“Dreams can show the past and the future.”
“The proposition to use slaves as soldiers is outrageous. The city council won’t stand for that. Who had the stupid idea? Did it really come from the emperor himself?” Nemus shakes his head in disbelief.
Oleg, a member of his political party, shrugs with his shoulders. “How should I know? Do you think that I am told anything? I am just the messenger. They want you to vote for the proposition.”
Nemus rubs his face with both hands. “Look. I am not an enchanter who creates slave collars. Neither am I a soldier. But even I know that it’s stupid to use slaves as cannon fodder. Slaves are only as good as their training. They don’t magically turn into super soldiers just because they follow orders. A soldier who blindly follows his orders can’t react to a changing battlefield.”
He waves his hands in the air. “To send them against a trained army… It’s the same as sending toddlers against adults. And let’s not forget that slave collars aren’t cheap! We have a lot of slaves, that’s true. But most of the collars are handed down to another slave once the previous owner dies. If we start sending our slaves to war, a lot of the collars will get lost or damaged. We can’t replace them fast enough.”
Oleg spreads his hands. “I understand your doubts, but nobody says that we’ll use run-of-the-mill slaves. This proposition is just the first step to legalize the usage of slave collars in war. Maybe the emperor intends to attach them to captured enemies? Who knows. I imagine that it would be very demoralizing for our foes if they get charged by a unit of their own people.”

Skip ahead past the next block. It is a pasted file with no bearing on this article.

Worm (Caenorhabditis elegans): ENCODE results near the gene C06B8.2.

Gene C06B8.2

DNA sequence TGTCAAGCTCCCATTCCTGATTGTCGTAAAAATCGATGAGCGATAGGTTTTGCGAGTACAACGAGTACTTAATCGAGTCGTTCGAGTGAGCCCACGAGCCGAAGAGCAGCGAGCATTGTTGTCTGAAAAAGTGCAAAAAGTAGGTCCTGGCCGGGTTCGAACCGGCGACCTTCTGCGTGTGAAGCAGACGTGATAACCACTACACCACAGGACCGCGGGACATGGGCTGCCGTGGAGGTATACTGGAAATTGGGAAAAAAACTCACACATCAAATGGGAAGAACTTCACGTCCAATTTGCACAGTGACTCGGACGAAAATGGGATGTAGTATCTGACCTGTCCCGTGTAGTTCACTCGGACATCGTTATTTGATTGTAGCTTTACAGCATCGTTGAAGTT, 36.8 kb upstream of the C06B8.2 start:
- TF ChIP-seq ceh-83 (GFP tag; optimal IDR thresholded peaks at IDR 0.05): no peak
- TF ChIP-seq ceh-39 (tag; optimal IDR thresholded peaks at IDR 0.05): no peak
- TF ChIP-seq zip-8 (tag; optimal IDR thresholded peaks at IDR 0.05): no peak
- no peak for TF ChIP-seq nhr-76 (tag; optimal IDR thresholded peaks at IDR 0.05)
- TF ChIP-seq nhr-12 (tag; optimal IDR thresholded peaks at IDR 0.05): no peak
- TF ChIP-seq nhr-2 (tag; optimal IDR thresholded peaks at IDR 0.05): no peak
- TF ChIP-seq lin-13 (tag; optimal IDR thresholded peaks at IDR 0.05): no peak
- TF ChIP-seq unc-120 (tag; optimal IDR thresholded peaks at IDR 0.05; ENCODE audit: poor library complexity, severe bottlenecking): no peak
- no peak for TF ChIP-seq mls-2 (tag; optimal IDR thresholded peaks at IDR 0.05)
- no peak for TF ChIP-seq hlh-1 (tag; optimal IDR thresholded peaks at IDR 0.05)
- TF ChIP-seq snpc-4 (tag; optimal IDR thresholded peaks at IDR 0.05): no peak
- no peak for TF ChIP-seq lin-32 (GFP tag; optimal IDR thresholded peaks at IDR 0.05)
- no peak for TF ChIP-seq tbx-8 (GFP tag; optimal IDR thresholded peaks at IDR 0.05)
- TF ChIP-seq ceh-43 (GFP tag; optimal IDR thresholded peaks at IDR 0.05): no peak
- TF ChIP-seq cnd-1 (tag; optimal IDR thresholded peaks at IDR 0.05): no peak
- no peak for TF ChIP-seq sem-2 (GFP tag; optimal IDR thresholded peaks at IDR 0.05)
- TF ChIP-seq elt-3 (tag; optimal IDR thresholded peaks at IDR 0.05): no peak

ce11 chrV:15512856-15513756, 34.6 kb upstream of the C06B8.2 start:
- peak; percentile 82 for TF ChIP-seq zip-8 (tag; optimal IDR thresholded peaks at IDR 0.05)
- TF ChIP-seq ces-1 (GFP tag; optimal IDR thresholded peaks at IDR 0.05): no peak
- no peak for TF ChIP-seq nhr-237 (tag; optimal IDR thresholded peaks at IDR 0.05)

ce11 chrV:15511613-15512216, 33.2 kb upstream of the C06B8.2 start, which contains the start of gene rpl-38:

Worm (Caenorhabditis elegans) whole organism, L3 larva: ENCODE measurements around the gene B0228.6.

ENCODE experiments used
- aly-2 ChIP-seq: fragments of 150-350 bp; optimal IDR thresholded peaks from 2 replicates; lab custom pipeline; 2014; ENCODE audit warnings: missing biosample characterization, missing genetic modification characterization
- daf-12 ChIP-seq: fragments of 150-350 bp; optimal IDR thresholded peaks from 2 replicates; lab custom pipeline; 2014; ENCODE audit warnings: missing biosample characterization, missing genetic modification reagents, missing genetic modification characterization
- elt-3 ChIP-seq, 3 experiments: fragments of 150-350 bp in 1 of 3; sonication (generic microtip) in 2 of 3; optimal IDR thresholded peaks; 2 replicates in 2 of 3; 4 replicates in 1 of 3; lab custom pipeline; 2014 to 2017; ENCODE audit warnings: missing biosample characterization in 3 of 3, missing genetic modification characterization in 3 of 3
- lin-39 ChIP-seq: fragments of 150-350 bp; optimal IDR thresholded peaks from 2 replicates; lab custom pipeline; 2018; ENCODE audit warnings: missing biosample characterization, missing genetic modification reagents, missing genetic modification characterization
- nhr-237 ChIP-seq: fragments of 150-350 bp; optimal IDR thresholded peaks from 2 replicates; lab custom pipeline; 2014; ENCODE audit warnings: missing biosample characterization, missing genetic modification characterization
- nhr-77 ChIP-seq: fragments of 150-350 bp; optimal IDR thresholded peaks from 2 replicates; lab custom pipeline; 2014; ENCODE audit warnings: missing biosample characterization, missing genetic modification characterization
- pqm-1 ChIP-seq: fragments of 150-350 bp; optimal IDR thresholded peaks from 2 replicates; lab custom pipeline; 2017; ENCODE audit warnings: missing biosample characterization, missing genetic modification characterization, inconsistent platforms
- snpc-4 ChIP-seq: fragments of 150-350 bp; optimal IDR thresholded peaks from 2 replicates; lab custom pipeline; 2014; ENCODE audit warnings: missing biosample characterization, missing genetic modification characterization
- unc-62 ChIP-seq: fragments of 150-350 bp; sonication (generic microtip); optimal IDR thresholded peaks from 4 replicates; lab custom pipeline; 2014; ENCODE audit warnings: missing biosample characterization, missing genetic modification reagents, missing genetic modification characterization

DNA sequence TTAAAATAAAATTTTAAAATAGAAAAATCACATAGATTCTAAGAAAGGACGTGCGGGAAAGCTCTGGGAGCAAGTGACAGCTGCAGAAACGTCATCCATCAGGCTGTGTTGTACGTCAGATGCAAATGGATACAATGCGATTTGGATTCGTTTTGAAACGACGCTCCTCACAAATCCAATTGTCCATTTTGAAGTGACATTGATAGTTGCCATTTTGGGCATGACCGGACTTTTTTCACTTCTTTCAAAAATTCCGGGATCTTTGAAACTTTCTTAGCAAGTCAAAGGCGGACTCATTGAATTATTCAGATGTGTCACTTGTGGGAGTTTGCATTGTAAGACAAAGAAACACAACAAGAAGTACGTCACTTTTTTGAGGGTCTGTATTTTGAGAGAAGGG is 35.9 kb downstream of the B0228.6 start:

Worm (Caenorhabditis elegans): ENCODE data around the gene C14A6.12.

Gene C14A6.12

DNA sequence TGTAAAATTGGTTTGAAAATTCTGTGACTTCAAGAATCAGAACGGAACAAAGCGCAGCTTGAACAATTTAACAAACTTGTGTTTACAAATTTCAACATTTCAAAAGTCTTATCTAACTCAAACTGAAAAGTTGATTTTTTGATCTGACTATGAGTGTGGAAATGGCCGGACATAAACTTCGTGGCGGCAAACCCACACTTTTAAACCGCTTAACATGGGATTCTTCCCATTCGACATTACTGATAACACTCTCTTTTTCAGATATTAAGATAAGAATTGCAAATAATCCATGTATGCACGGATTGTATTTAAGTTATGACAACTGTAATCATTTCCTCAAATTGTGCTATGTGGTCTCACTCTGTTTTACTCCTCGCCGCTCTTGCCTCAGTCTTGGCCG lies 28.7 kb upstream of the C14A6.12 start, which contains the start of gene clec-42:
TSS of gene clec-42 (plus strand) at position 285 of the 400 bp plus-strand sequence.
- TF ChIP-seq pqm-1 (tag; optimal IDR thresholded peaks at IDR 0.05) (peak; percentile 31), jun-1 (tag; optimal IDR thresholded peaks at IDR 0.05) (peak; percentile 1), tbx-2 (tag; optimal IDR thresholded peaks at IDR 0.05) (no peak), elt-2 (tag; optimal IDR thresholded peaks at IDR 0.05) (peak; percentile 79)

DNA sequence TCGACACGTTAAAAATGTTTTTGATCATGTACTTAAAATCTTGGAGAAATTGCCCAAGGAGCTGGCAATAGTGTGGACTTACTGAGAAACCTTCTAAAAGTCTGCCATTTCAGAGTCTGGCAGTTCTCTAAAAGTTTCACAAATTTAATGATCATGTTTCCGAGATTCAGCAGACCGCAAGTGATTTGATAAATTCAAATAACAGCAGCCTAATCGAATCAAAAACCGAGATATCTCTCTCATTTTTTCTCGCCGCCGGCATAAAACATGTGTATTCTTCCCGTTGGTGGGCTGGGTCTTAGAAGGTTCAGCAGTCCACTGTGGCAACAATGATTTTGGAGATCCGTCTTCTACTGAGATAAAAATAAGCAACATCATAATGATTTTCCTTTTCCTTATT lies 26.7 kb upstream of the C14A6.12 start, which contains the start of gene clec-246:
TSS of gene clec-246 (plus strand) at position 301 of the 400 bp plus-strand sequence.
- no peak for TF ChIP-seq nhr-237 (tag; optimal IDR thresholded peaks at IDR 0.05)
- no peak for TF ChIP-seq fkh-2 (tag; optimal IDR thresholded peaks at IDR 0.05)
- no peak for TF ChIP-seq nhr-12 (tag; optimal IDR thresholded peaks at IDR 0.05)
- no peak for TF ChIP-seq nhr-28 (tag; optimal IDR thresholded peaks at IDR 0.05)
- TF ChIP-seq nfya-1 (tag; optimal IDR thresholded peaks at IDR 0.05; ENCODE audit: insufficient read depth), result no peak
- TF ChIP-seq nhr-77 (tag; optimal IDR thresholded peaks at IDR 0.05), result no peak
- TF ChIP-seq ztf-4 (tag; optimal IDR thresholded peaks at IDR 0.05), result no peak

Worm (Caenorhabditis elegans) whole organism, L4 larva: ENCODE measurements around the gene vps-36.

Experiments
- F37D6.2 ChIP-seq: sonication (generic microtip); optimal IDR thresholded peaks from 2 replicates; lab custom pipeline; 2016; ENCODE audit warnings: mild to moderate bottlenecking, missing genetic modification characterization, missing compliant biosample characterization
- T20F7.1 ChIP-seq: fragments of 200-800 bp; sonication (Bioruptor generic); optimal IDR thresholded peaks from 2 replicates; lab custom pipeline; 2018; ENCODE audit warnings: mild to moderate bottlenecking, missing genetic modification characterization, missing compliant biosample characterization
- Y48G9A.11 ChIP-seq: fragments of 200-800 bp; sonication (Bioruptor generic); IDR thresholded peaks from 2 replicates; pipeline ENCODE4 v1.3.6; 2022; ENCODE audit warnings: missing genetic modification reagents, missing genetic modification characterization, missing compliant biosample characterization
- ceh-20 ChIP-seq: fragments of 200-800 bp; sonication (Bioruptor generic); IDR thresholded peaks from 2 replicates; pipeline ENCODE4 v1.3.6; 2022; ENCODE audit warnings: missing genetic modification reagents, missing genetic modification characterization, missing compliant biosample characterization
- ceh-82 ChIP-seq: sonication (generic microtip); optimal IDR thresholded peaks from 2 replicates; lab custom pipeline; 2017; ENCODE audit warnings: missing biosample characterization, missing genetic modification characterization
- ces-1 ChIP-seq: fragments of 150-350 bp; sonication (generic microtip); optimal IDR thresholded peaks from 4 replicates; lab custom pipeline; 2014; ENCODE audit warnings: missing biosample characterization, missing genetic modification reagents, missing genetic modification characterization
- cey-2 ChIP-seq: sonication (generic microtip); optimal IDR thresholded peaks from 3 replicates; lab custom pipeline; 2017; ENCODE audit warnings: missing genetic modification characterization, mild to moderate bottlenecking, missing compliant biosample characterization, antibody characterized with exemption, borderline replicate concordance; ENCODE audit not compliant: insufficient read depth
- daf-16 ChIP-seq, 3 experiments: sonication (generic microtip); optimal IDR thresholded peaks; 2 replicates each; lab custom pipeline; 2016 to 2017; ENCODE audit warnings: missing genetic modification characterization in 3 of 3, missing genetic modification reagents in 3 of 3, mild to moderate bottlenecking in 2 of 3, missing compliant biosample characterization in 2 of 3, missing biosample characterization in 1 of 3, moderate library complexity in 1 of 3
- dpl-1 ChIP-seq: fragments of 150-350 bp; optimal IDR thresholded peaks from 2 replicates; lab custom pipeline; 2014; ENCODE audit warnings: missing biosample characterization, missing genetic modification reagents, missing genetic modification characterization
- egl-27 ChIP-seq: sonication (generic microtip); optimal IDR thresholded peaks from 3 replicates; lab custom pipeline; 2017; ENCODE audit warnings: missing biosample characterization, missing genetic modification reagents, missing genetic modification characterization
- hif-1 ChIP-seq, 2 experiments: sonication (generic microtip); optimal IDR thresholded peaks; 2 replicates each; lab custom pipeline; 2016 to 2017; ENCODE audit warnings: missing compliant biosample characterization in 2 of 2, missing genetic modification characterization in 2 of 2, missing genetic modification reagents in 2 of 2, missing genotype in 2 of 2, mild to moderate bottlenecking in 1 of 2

Nemus huffs and gestures for me to refill the cups. I step forward and do as ordered.
Their discussion goes on and on, while I wait with the tea-jar in my hands. Why are they allowed to have a good time while I have to stand at the wall? My legs feel like lead.
After an hour, Oleg takes his leave and Nemus stands up to bid him farewell. When Oleg is gone, I approach the table to clear away the used dishes. But when I step into Nemus’s reach, his hand shoots out and closes around my shoulder. It’s like he is using pliers! I scream as my shoulder pops out of its socket.
He shoves me down to my knees. “If you ever again spill a drop of tea in front of a guest, I’ll sell you to a whorehouse! Are my guests supposed to think that I am too poor to buy a proper slave!?” He swings out with his foot, aiming at my head.
I open my eyes and sit up in my bed. The room is dark and it takes a moment for me to remember that I can use my magic. Raising my hand, I quickly cast a magelight and rub my shoulder. It’s still pulsating with phantom pain.
Oh, right. I got the tattoo. The skin is still irritated. That’s what it must be.
For a moment, I consider going back to sleep, but I am wide awake now. So there is probably no point in trying. I get up and dress myself, then I head back into the workshop. Orwen’s power stone is still resting where I left it. The crack which is rendering the aquamarine useless runs through the entire crystal.
I turn it around, but it seems like repairing the damage isn’t possible. I can take out the golden inlay and rebuild the entire thing from scratch. Maybe it’s for the best. As the crystal was before it got damaged, it drew in energy from its surroundings.